It may sound as if it is going to be a joke, but it’s not funny.
Barack Obama enters the appropriately named Cape Fear BBQ and Chicken in Fayetteville, N.C., and a customer is less than welcoming:
“Socialist, socialist, socialist!” said Diane Fanning, 54, a Sam’s Club employee. “Get out of here.”
For many, Socialism has long been a dirty word but, at the tail end of a too-long campaign, thanks to the rhetoric of John McCain and Sarah Palin, it has become a curse word. Soon, parents will chastise their children for using it, and cautious publications will write social**m, or some such silly conflation.
A few weeks ago, McCain, who should know, asks rhetorically, “Who is Barack Obama?” We will never know if he got the answer for which he was fishing, when someone shouted: “Terrorist!”
Of course, the reason why campaigns latch onto buzzwords as sullied as “terrorist” is because they work. No serious thinking is required. It’s like attending grad school and the only books required are Cliff Notes. I’m willing to wager that were Ms. Fanning asked to explain the basic tenets of Socialism, she would instantly be transformed into a bumbling Sarah Palin.
However, it doesn’t require much analysis to understand why John McCain and Sarah Palin resort to buzzwords such as: Ayers, terrorist, Rev. Wright, Socialist. It’s because the issues that most concern voters are the very issues that have been broken by arguably America’s most unready-to-lead President, George Bush. Consequently, rather than being Plan B, their approach is actually Plan A.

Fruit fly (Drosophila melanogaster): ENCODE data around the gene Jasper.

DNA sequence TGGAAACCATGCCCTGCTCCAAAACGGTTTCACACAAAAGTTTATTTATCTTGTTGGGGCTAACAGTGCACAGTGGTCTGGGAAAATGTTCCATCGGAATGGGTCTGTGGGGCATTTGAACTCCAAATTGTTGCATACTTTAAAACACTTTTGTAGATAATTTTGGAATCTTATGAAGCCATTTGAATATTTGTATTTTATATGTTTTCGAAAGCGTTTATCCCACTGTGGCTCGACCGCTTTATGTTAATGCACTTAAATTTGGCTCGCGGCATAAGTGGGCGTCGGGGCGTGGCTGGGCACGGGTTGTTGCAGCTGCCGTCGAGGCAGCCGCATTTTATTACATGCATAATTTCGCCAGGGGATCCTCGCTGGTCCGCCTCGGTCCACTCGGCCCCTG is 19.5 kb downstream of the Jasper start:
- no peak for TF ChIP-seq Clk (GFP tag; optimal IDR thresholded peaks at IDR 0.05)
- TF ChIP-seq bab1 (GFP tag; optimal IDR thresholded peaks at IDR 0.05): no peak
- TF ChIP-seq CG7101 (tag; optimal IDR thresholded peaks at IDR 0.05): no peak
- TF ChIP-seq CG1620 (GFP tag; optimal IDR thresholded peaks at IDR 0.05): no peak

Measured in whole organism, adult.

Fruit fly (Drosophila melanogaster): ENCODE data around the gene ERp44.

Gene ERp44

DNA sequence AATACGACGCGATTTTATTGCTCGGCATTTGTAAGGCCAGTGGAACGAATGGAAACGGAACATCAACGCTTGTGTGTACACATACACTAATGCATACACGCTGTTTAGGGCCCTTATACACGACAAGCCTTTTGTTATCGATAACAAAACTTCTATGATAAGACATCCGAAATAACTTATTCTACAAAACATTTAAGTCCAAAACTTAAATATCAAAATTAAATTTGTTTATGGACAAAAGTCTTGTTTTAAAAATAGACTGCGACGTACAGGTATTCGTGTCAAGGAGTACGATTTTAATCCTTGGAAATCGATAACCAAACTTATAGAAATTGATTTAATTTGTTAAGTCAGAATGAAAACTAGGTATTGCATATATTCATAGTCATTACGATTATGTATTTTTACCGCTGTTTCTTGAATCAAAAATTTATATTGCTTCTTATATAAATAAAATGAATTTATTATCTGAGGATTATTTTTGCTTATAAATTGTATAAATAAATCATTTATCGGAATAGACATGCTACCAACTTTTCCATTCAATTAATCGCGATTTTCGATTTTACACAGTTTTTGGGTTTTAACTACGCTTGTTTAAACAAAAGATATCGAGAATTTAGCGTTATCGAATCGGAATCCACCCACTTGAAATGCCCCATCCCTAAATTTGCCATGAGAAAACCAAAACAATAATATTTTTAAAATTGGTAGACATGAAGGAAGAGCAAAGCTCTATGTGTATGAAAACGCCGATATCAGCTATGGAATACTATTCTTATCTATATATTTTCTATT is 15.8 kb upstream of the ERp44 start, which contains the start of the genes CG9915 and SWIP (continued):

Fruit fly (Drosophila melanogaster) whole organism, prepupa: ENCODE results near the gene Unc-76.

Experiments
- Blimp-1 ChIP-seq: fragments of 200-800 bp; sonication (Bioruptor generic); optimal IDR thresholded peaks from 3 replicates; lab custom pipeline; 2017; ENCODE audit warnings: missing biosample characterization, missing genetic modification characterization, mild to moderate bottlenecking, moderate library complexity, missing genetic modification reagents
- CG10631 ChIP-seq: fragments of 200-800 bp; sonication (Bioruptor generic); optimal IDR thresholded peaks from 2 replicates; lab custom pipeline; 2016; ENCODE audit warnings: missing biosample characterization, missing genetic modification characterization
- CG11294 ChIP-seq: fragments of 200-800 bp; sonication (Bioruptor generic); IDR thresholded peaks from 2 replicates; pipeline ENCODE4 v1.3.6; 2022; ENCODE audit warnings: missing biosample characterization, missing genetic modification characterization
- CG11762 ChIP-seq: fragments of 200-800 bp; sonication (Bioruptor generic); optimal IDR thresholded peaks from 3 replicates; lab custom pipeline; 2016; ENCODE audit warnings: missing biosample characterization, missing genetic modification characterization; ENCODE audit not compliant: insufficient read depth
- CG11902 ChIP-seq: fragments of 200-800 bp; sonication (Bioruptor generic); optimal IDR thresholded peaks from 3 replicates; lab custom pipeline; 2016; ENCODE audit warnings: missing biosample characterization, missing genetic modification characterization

And if McCain and Palin win, this approach will become a template for future electioneering. Why go to the expense and trouble of presenting a plan for the future? Why tell voters what you will do in office to make the US and the world a better place? Much easier to degrade and debase the other by using simple words, akin to “sit,” “heel,” “attack.” And watch the voters salivate.
This is, indeed, one for the record books. Take this one, which contains elements of humor:
“So a canvasser goes to a woman’s door in Washington, Pennsylvania. Knocks. Woman answers. Knocker asks whom she’s planning to vote for. She isn’t sure, has to ask her husband whom she’s voting for. Husband is off in another room watching some game. Canvasser hears him yell back, “We’re voting’ for the n***er!”
“Woman turns back to canvasser, and says brightly and matter of factly: “We’re voting for the n***er.”
At least, I see some hope there. Albeit a racist, here’s a voter who is able to think rationally.
PATRICK B. BARR, formerly with The Daily Gleaner, Kingston, Jamaica. He can be reached at firstname.lastname@example.org